July 07, 2014
Garrick Imatani, professor of art and studio head of foundations at Lewis & Clark, has been receiving recognition for his collaboration with Kaia Sand, local poet and professor at Portland State University, on a project commissioned by the Regional Arts & Culture Council.
Combining artistic interpretation with archival research, this project takes shape in the form of a residency at the City of Portland Archives and Records Center. Their work is centered on an in-depth study of a collection of documents nicknamed The Watcher Files.
The documents are salvaged police surveillance reports from the 1960s, 70s, and 80s, which describe the activities of more than 300 different activist organizations in Portland. Using online and print publications, exhibitions, and performances, Imatani and Sand offer a multi-layered remapping of Portland’s public history.
Here, Garrick discusses his own approach to the project, and the relevance of the project to understanding Portland today.
How did you get interested in this kind of work originally?
I was really interested in the presence and history of the Black Panther Party in Portland. They used to operate a health clinic on North Russell Street, between MLK and Williams, that is now a vacant lot. I started to think about how I might revisualize or reconstitute it using a variety of archival photographs and records.
How do you see yourself as someone who is working in both the field of history and art?
I have a friend, another artist, Ariana Jacob, who talks about interdisciplinarity [by saying] that we’re all beholden to our own disciplines. For me as an artist, this means that I don’t necessarily have to cite everything. Not that this means I will go and play fast and loose with history—the point is that, because I’m not a historian, I don’t necessarily need to footnote everything that I’m looking at. I am free to make leaps of associative and symbolic thought between textual and visual information, and I can use a lot of materials and mediums to register connections that would be too difficult to do through language alone.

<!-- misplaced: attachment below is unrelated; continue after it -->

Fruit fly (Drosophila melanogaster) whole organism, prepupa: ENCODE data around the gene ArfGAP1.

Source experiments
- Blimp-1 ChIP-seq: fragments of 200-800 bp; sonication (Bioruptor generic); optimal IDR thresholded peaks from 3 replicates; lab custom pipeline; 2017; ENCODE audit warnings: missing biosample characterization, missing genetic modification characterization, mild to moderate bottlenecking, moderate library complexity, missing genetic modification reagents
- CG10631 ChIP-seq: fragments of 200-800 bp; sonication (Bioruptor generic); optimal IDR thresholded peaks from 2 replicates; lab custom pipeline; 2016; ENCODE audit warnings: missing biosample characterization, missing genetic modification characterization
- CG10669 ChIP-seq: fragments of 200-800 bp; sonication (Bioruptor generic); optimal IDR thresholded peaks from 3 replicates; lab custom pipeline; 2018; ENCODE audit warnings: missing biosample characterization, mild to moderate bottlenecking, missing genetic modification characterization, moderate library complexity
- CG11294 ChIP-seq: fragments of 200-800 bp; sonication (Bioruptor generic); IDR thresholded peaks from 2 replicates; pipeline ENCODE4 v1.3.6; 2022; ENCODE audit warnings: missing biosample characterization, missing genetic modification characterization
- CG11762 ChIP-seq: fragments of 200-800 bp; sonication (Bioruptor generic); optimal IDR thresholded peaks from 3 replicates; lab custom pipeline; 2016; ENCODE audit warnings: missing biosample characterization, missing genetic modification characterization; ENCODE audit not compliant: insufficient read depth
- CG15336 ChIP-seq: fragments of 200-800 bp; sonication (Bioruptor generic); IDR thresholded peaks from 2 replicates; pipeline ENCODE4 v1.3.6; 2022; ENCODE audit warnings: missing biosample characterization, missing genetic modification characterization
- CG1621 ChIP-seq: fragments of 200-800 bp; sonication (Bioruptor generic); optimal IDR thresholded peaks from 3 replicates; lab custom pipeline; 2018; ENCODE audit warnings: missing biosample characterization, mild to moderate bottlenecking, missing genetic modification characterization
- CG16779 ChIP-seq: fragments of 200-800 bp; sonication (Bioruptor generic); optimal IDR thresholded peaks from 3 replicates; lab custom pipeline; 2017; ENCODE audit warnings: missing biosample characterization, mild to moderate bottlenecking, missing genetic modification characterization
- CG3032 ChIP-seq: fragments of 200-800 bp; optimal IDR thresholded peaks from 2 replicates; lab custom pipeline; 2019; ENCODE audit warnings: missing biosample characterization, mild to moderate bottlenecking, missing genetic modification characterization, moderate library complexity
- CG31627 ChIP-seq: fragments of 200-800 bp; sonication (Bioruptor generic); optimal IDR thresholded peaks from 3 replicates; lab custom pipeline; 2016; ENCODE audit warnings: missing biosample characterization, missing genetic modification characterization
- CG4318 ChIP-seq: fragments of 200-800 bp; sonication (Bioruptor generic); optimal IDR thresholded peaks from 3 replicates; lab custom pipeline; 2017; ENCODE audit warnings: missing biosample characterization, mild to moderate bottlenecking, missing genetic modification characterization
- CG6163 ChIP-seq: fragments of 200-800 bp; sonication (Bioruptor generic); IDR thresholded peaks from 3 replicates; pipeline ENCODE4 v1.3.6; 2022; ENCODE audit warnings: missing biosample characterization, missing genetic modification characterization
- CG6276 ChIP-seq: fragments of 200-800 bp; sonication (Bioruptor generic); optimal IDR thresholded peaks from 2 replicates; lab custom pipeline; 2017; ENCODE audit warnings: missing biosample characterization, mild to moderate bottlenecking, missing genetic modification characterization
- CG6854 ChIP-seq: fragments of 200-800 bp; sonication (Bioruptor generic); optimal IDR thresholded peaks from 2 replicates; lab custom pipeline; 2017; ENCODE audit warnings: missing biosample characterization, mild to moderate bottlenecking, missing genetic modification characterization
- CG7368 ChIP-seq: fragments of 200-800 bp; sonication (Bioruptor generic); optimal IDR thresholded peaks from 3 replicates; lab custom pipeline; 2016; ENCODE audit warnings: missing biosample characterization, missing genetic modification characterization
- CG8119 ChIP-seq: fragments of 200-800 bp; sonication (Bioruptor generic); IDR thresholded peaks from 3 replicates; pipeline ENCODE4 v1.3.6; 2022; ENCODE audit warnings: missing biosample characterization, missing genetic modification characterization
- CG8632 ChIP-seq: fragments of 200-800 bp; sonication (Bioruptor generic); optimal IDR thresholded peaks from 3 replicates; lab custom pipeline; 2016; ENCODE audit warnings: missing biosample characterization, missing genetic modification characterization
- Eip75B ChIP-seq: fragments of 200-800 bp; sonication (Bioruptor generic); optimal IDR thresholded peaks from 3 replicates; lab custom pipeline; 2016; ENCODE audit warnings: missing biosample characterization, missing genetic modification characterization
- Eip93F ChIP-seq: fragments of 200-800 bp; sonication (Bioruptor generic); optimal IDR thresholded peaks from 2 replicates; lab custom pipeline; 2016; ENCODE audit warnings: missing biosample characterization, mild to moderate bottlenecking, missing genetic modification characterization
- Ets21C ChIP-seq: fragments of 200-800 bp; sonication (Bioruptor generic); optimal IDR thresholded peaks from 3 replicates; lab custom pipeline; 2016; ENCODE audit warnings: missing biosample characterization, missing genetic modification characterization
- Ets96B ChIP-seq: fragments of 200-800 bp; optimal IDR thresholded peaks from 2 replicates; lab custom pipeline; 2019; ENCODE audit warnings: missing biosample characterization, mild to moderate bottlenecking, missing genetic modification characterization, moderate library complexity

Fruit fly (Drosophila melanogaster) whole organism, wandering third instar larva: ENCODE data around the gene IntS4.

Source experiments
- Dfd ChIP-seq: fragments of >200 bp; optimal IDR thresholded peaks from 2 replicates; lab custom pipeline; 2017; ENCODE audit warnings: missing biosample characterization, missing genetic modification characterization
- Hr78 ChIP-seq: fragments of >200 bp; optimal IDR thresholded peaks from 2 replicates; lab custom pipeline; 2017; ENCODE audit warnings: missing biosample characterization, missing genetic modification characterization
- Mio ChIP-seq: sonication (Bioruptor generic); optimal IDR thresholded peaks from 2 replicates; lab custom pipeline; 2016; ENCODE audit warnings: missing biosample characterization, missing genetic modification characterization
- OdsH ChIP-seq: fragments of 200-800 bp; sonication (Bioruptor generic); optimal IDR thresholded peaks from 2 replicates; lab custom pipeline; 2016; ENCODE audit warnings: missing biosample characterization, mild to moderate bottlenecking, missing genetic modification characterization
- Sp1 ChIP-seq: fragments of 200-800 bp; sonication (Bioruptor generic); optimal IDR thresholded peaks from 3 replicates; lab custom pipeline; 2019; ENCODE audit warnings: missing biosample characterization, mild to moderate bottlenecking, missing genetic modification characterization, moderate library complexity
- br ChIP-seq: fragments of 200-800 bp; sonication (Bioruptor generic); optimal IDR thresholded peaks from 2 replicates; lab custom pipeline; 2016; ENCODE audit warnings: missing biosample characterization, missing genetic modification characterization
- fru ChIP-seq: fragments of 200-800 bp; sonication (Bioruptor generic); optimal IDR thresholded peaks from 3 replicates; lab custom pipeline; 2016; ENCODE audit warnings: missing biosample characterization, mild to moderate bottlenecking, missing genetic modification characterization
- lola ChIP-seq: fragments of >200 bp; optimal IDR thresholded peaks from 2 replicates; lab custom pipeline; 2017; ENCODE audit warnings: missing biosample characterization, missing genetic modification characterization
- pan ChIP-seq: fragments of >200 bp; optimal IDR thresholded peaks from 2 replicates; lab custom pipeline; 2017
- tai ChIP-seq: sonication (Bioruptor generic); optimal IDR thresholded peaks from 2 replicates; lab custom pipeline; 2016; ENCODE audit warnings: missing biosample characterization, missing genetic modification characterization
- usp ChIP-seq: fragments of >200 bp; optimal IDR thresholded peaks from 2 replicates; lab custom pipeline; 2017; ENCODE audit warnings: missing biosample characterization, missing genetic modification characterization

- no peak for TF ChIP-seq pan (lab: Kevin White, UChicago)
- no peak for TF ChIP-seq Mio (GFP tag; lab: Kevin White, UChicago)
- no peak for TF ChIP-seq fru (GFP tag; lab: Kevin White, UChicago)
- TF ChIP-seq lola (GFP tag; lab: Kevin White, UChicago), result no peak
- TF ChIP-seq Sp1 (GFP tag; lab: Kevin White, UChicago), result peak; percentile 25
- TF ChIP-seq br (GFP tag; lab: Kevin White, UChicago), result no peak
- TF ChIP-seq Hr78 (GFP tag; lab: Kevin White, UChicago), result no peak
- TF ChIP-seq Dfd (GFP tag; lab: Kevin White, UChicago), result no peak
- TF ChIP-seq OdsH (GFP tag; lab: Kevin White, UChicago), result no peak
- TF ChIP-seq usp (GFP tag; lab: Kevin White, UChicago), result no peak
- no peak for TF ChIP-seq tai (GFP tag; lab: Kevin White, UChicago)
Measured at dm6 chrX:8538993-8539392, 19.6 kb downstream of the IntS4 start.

Can you speak to the public nature of the project?
The public art fund allows us to conduct this research residency, [in which] all of the work we do will ultimately become a part of the public collection. The residency itself is part of the public art project. The website
is an extension, the book subscriptions, the exhibitions—all of it becomes portions of a whole. I like the idea of access, with works serving different purposes in the means of experiencing the objects. If I’m putting something online, I’m not necessarily emphasizing the materiality of these objects. However, you can go to an exhibition and see objects given to us by one of the people we’ve been working with, Lloyd Marbet, who was one of activists who was surveilled. You can go see a denim suit that was sewn by a friend of his for when he started to do these protests and become a self-anointed lawyer. He’s taking on PGE and he’s a self-trained lawyer, wearing his friend’s homemade denim suit with floral lining, and it’s kind of an amazing object. It becomes not only historical object or a personal memento, but also something to contemplate in the scope of this project. That can’t really be represented online.
Kaia Sand focuses her work on gender, and the role of women in the organizations that were surveilled. Can you speak to your particular area of interest within the project?
I love history; all my work in the past few years has dealt with mining stories. In my previous work in the archives, I came across photographs that were doctored or staged. Coming out of an experience of performance art, I began to look at them as a kind of performance rather than strictly functioning as historical records. Now, going back into the archives and looking at these documents, they become this very one-sided history, my ability to see that helps to fill in what’s missing. This project entailed looking at not just the City of Portland Archives, but at multiple different archive files to find photographs of the Black Panthers’ clinic. Some of those photographs can be from police surveillance, because obviously they were a group that was under heavy surveillance. But it also dovetails with a lot of other things such as public utilities, commissioners doing reports to look at areas of blight or re-development, or Emanuel Hospital’s own documentation of the area as part of their expansion plan. I got really interested in the idea of taking photographs from all of these different sources, and digitally collaging them and reconstituting the structure of the building from these perspectives. One can begin to see a reforming of this building, but only through the filters of all of these different agencies, and bureaucracies that happened to photograph it at the time.
What has it been like to be working with this history that is still very much alive?
People are surprised and sometimes afraid to be associated with this [movement]. They do fear that their livelihood or their jobs could be threatened if they’re associated with collectivist organizations, activist organizations. I would also say that something can be live, and something can be relevant. There are many ways in which you can make obvious comparisons, such as spying and surveillance, but you can talk about these files in terms of relevance to things happening on the ground, to continued gentrification in North Portland. The history has never gone away, and in that way it remains tied to the present.
The Watcher Files Project is an ongoing and in-progress project. For more information, please visit the project’s website at where you will also find links to the subscription for their serial publication on the project as well as a list of related and upcoming events.